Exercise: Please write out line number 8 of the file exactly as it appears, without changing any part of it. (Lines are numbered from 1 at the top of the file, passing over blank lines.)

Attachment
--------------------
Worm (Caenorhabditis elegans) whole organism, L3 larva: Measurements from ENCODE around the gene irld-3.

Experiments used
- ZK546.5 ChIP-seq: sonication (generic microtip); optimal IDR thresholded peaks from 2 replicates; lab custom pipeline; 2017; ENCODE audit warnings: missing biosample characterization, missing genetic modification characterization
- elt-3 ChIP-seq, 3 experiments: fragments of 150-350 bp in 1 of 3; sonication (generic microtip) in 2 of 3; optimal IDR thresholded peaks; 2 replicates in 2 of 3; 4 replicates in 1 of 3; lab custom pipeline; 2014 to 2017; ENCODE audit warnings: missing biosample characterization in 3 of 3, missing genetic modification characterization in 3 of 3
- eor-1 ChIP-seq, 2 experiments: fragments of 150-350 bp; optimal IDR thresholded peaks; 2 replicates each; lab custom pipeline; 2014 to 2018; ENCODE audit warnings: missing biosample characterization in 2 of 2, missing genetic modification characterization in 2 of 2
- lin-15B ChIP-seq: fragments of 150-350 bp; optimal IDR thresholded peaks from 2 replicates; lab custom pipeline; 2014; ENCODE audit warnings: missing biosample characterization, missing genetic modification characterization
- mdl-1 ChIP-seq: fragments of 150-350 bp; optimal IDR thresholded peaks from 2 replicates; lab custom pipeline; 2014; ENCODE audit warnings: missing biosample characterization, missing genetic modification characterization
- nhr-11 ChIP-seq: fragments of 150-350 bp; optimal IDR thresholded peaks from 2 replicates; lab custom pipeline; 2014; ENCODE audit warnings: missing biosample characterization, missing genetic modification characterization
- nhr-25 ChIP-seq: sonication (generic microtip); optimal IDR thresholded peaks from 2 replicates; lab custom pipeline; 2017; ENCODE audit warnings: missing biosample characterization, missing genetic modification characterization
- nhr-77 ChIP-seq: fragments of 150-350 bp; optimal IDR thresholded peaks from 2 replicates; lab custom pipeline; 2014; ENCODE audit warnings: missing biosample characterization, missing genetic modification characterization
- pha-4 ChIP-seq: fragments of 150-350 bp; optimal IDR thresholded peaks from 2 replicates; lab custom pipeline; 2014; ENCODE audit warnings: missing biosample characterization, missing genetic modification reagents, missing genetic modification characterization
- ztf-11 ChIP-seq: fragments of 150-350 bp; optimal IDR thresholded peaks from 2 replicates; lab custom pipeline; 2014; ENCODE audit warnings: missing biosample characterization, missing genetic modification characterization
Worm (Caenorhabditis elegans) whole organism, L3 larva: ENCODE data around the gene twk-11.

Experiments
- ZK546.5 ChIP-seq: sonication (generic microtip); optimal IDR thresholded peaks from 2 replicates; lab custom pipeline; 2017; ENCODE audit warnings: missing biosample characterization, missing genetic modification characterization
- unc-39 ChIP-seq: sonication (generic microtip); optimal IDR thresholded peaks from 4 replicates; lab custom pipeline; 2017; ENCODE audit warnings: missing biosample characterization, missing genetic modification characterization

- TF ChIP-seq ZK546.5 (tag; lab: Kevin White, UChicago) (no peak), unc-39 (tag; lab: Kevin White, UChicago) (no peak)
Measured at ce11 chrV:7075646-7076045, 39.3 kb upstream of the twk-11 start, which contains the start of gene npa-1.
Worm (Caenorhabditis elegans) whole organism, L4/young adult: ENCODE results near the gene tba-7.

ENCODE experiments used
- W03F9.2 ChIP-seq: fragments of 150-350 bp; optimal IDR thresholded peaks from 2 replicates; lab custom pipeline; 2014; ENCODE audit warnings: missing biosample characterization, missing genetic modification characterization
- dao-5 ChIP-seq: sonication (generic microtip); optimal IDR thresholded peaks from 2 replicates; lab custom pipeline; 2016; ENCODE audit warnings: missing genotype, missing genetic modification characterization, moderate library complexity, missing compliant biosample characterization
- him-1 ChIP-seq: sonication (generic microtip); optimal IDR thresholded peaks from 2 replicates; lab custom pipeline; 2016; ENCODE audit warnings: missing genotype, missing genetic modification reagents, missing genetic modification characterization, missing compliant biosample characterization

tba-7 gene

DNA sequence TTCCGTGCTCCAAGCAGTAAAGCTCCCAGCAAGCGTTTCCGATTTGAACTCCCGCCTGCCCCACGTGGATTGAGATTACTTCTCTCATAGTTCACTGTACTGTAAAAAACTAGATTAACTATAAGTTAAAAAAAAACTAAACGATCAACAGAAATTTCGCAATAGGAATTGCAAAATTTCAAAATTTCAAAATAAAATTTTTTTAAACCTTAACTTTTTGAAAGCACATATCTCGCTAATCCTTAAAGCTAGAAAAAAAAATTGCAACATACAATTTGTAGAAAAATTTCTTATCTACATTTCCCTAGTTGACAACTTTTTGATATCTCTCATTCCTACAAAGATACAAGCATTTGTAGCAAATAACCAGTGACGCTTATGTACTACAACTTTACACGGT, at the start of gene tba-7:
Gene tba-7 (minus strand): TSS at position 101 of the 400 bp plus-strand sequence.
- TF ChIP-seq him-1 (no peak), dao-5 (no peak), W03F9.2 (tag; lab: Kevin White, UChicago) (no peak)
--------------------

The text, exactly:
- nhr-11 ChIP-seq: fragments of 150-350 bp; optimal IDR thresholded peaks from 2 replicates; lab custom pipeline; 2014; ENCODE audit warnings: missing biosample characterization, missing genetic modification characterization